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2006 Mercury Grand Marquis review

November 10, 2005 07:42 PM EST | Mercury , Sedans | Email to Friend

View large imageA popular seller among older folks who appreciate its large size and reasonable price, the Grand Marquis offers a Lincoln Town Car experience for under $30,000.

Pros
Spacious interior, comfortable ride, good crash test scores, low price.

Cons
Large size makes it difficult to park and maneuver, some low-grade interior materials.

What's New for 2006
For 2006, the Grand Marquis LS gains 16-spoke, 16-inch alloy wheels, as well as an overhead console with compass and universal garage door opener. All models get a new grille, front fascia, headlamps and rear trunk applique.

Introduction:
One of the last surviving full-size, rear-drive American sedans from an earlier era, the Grand Marquis is an aged car. But under that familiar skin are some modern touches. A full-perimeter frame uses strong, lightweight hydroformed steel sections for the front rails to improve frontal and offset crash performance. Along with a stiffer frame, the Grand Marquis received a number of suspension upgrades in 2003, all of which contribute to the car's smooth, controlled ride and handling characteristics. Other modern features include a variable ratio rack and pinion steering system with variable power assist and a dual-rate brake booster that automatically supplies full braking power in a panic stop. On the inside, the seats are comfortable, and there's room for up to six people.

The Grand Marquis is mechanically identical to the Ford Crown Victoria and similar to the Lincoln Town Car. Decades-old technology allows Mercury to keep the prices low, and the car is a favorite among people who need space and don't want a minivan or sport-ute. Shoppers looking for a modern driving experience, however, might want to check out the Toyota Avalon, which is just as roomy and comfortable, and infinitely more refined.

Body Styles, Trim Levels and Options:
The full-size Grand Marquis comes as a four-door sedan in two levels of trim -- GS and LS. Each trim is further broken down into base and Convenience lines for the GS, and Premium and Ultimate for the LS. Base GS models include all the family sedan basics, like air conditioning; a CD player; a power driver seat; keyless entry; power windows, mirrors and locks; cruise control; a tilt steering wheel; and 16-inch wheels. The GS Convenience adds traction control and power-adjustable pedals. The LS Premium adds alloy wheels, a power front-passenger seat, automatic climate control and an auto-dimming rearview mirror. The LS Ultimate includes a wood and leather steering wheel with audio and climate controls. Options on both LS models include leather upholstery, a moonroof, seat heaters, a CD changer and a handling package, which offers a bump in power as well as firmer suspension tuning for better handling.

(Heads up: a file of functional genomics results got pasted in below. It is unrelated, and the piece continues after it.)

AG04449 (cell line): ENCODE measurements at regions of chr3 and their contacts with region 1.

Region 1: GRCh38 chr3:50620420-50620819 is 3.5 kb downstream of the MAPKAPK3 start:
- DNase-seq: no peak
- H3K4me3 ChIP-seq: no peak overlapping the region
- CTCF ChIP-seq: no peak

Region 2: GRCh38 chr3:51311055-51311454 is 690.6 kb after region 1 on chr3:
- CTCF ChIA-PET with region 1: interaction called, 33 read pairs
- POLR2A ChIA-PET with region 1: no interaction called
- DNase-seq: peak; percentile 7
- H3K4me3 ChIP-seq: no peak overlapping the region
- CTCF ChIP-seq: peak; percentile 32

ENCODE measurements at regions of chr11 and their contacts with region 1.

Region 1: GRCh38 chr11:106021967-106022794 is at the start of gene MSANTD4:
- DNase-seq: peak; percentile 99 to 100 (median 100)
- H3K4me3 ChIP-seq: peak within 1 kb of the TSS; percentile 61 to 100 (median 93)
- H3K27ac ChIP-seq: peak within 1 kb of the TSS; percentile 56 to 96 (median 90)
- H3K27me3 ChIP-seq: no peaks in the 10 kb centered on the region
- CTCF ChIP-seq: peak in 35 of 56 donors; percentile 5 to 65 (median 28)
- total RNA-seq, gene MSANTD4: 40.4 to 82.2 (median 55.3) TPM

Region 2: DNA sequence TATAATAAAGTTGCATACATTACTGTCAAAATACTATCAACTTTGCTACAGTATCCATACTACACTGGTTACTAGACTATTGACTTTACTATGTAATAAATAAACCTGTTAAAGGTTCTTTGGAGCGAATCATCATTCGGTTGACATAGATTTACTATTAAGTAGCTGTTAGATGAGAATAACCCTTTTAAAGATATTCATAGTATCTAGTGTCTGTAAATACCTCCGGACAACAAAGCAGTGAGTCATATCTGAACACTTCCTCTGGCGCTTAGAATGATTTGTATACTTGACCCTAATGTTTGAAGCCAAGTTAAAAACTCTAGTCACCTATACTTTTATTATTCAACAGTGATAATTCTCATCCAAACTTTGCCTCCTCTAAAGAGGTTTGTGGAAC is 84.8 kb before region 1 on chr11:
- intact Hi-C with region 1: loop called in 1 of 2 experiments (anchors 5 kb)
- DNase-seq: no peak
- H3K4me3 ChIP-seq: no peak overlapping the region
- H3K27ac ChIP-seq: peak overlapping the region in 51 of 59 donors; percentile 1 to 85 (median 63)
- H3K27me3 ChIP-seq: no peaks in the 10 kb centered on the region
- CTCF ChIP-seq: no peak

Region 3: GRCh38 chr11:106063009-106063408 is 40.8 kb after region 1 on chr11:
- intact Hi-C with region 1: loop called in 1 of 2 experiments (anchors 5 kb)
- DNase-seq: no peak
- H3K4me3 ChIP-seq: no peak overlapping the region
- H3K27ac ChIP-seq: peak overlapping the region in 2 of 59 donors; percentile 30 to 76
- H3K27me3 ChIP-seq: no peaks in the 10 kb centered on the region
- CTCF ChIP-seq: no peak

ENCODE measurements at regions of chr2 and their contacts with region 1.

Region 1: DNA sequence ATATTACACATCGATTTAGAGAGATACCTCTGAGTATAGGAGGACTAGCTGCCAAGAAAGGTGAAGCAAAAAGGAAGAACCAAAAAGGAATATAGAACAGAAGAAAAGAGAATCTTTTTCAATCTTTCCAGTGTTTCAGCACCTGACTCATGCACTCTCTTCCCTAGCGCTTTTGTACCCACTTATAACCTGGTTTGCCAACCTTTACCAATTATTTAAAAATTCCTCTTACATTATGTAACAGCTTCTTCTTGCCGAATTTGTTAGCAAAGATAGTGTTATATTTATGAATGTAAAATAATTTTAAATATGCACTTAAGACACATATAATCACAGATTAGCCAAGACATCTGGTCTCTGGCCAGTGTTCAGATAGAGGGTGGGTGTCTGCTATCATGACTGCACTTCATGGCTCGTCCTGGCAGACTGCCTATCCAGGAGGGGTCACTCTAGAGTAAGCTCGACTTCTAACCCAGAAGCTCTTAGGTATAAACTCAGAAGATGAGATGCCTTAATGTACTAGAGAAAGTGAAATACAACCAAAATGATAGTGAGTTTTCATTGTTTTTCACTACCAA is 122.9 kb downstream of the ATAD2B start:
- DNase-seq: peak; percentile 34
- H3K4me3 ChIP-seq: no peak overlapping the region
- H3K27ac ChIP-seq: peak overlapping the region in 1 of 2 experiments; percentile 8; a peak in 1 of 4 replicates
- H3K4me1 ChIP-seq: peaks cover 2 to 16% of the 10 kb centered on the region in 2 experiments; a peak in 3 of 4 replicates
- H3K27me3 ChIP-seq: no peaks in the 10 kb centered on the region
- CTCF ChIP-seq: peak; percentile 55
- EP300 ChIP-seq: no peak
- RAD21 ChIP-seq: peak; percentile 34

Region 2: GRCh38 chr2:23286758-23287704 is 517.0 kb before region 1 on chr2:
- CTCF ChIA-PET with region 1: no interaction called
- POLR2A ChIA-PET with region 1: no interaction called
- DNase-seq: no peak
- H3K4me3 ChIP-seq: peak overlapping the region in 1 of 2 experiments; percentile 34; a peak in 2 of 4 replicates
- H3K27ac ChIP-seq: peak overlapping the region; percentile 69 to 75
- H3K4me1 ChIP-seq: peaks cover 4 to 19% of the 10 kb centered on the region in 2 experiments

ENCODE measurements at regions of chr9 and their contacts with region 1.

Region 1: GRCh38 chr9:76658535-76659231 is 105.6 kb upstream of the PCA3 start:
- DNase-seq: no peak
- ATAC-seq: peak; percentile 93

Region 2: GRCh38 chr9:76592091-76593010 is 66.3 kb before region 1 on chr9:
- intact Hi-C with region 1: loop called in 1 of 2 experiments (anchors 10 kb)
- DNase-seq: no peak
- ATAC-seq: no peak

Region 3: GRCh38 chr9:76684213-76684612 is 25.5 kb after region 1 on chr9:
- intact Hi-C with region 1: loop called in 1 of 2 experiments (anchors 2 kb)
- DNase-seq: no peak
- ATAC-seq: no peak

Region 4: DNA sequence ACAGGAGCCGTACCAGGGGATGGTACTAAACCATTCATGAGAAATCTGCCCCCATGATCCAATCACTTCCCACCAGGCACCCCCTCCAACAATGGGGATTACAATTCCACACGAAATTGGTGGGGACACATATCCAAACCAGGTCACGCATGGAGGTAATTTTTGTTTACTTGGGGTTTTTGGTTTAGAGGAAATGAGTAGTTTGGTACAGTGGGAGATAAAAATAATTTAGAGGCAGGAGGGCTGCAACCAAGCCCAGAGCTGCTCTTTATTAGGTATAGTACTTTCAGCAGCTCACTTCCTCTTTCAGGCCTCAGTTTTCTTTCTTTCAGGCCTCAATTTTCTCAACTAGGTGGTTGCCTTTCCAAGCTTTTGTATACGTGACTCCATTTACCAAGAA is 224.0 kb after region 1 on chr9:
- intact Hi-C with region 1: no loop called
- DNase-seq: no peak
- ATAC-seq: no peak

Powertrains and Performance:
Only one engine and transmission are offered. Standard models use a 224-horsepower, 4.6-liter V8 and a four-speed automatic to put power to the rear wheels. Opt for the handling package on either LS model and the same engine is upgraded to produce 239 hp, along with a boost in torque to 287 lb-ft (from 272). Fuel economy is respectable for a large V8-powered sedan -- expect about 17 mpg in the city and up to 25 mpg on the highway.

Safety:
The Grand Marquis scored well in National Highway Traffic Safety Administration crash tests; it earned a perfect five stars in frontal-impact testing and four stars in side-impact testing. The big sedan also earned the top rating of "Good" in frontal-offset crash testing conducted by the IIHS. Four-wheel antilock disc brakes are standard on every Grand Marquis, and traction control is standard on all cars except the base GS. Seat-mounted side airbags for front occupants are optional, but side curtain airbags and stability control are not available.

Interior Design and Special Features:
A roomy cabin is one of the biggest selling points for the Grand Marquis, and adults will find plentiful head-, shoulder, hip- and legroom. Bench seating allows this big sedan to accommodate up to six people. A cavernous trunk of 20.6 cubic feet will swallow any luggage they might have with them. Controls and instrumentation are simple in design, though not particularly stylish, and some of the materials are low in quality.

Driving Impressions:
Want a chrome-encrusted, rear-drive V8-powered American sedan without the premium charged for a Lincoln or the trendy Chrysler 300C? The Grand Marquis fits the bill perfectly. The standard V8 provides plenty of acceleration in just about any situation, and the car's smooth, forgiving ride spares occupants from harsh impacts over bumps. The large size of this Mercury can make it unwieldy in tight spots, but the car's relatively responsive steering helps drivers keep it on track.

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